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Wagoner Farmers Market reinvigorates downtown after massive fire in 2017
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Wagoner Farmers Market reinvigorates downtown after massive fire in 2017

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Vendors set up shop at the Wagoner Farmers Market, July 17.

Carol Jones saw a neat opportunity to utilize “bob” and give something back to the Wagoner community. The Saturday Wagoner Farmers Market was born.

“Bob” is the acronym frequently used by Wagoner’s Economic Development team, which stands for burned out buildings. It’s the stretch of now empty space where Wagoner’s historic buildings burned to the ground on South Main Street, Sunday, June 30, 2017.

Jones is the director and manager of the Wagoner Farmers Market. Coming from a beekeeping and farming background, her curiosity spiked when she heard there was interest forming at an economic development meeting to start a Saturday farmers market.

She immediately called the economic development team and said she’d love to help get it started. Months later, it was a go – and she became the woman in charge.

“We wanted something back there to give the community something to do and to let them feel like they have a place to come and visit and congregate with people and have a good time in historic, downtown Wagoner,” Jones said.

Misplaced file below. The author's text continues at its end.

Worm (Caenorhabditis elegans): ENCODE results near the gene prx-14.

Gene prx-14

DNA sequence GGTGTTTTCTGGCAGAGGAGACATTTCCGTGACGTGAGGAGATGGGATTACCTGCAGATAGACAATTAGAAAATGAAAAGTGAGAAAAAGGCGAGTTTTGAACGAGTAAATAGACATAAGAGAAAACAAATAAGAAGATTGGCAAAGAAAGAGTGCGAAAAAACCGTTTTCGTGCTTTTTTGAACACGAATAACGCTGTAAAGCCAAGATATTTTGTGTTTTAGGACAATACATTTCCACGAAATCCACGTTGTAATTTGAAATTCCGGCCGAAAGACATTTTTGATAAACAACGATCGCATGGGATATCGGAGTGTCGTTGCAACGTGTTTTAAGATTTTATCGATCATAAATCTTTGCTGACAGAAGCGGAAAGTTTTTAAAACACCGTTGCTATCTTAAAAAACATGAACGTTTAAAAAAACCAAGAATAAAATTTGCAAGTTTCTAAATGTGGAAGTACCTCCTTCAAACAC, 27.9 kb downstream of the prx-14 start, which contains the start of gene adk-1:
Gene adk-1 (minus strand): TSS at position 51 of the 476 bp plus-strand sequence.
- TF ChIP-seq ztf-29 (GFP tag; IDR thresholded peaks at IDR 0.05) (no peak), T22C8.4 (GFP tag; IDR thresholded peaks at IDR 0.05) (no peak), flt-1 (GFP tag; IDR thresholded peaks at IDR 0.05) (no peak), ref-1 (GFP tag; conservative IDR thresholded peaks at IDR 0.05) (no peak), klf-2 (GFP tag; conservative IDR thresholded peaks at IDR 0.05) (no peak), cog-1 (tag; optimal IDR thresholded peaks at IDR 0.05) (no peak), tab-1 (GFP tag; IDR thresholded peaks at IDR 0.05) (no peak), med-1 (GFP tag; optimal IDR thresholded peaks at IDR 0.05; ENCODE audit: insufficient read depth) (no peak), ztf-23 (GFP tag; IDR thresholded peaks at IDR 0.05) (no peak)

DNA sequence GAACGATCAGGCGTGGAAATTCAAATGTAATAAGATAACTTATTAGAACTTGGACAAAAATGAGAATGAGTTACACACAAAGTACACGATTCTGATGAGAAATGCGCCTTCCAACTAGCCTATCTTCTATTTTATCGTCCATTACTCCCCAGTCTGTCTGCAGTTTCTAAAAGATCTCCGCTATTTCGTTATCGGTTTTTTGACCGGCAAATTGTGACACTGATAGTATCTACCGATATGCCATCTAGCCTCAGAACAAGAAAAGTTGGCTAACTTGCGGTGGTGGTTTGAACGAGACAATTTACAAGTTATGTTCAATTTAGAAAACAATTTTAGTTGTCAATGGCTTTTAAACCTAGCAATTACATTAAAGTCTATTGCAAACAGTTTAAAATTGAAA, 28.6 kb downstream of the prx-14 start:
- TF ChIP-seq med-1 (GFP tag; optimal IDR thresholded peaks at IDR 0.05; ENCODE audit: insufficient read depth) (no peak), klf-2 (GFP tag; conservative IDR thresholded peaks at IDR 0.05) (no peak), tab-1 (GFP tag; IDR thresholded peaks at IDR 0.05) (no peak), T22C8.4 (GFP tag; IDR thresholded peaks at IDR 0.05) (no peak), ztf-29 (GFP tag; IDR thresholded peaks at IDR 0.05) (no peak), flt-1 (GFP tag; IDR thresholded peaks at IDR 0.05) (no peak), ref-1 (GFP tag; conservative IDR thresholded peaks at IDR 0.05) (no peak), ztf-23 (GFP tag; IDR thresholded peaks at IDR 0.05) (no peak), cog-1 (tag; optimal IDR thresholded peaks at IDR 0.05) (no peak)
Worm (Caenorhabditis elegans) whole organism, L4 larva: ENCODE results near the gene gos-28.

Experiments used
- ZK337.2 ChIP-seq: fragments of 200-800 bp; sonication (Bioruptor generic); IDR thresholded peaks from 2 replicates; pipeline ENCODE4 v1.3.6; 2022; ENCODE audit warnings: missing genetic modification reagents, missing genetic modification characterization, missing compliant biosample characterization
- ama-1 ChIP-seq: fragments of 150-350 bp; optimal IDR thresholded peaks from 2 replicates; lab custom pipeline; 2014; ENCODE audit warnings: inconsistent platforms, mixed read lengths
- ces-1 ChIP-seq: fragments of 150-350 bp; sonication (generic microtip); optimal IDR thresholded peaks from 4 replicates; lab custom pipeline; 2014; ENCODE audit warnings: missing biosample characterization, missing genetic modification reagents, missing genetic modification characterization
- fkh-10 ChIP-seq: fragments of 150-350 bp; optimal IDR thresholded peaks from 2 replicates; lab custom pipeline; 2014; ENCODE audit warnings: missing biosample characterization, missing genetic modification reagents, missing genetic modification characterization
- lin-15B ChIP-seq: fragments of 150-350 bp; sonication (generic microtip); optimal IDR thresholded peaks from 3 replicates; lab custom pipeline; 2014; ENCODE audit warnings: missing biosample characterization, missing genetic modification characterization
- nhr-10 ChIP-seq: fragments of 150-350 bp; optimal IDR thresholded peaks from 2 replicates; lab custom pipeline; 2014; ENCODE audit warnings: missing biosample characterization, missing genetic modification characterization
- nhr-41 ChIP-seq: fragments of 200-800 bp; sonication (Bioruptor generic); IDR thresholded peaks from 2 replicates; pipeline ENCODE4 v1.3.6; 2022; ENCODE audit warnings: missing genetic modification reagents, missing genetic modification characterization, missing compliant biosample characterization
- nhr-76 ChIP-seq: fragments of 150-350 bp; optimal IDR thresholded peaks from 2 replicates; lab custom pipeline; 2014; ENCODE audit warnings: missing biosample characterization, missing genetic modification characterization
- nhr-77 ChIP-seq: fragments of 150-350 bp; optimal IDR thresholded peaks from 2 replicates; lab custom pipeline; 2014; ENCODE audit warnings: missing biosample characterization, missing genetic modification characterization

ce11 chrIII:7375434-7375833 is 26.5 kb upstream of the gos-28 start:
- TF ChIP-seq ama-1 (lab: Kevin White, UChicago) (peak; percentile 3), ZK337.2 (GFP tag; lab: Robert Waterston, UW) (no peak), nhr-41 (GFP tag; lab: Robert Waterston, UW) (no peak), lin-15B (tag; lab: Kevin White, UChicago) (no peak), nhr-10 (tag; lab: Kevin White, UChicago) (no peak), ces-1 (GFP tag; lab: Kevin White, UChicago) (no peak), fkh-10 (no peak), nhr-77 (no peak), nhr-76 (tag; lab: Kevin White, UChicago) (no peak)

Jones hit the ground running – and the first Saturday farmers market happened, June 17, 2021.

The market sits on the site of the former Owl Drugs building, now on 418 West Cherokee Street. It was one of four historic buildings destroyed by the fire in 2017.

Seventeen vendors of honey, wines, produce and crafts are partnered with the farmers market. In addition, a fundraising stand was set up to raise money for Bryce Kindell, July 17 – a Wagoner fisherman severely injured in a crash, July 11. They also had a pie–baking contest where Wagoner residents submitted pies for judging.

“I just wanted to do something good for the community,” Jones said. “We had several people ask for a Saturday market and that’s what we did.”

Jones is a beekeeper and has a farm, Fragrant Forest Farms. She makes honey and natural products straight from her bee hives. She also has a garden and grows vegetables. She started selling at farmers markets about four years ago and said she paid a lot of attention and learned what it took to run a farmers market.

Her two daughters, Savannah and Serenity, her sister, Samantha, and two nieces, Taylor and Sydney, take care of the other duties so she can focus on the Wagoner Farmers Market.

“I had no intent of ever starting my own farmers market,” Jones said with a laugh.

The Wagoner Farmers Market is on Saturdays from 8 a.m. – noon, weather permitting. There is also live music from 7 – 9 p.m.

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Wagoner County American-Tribune Editor

I am the editor of the Wagoner County American-Tribune. Phone: 918-485-5505

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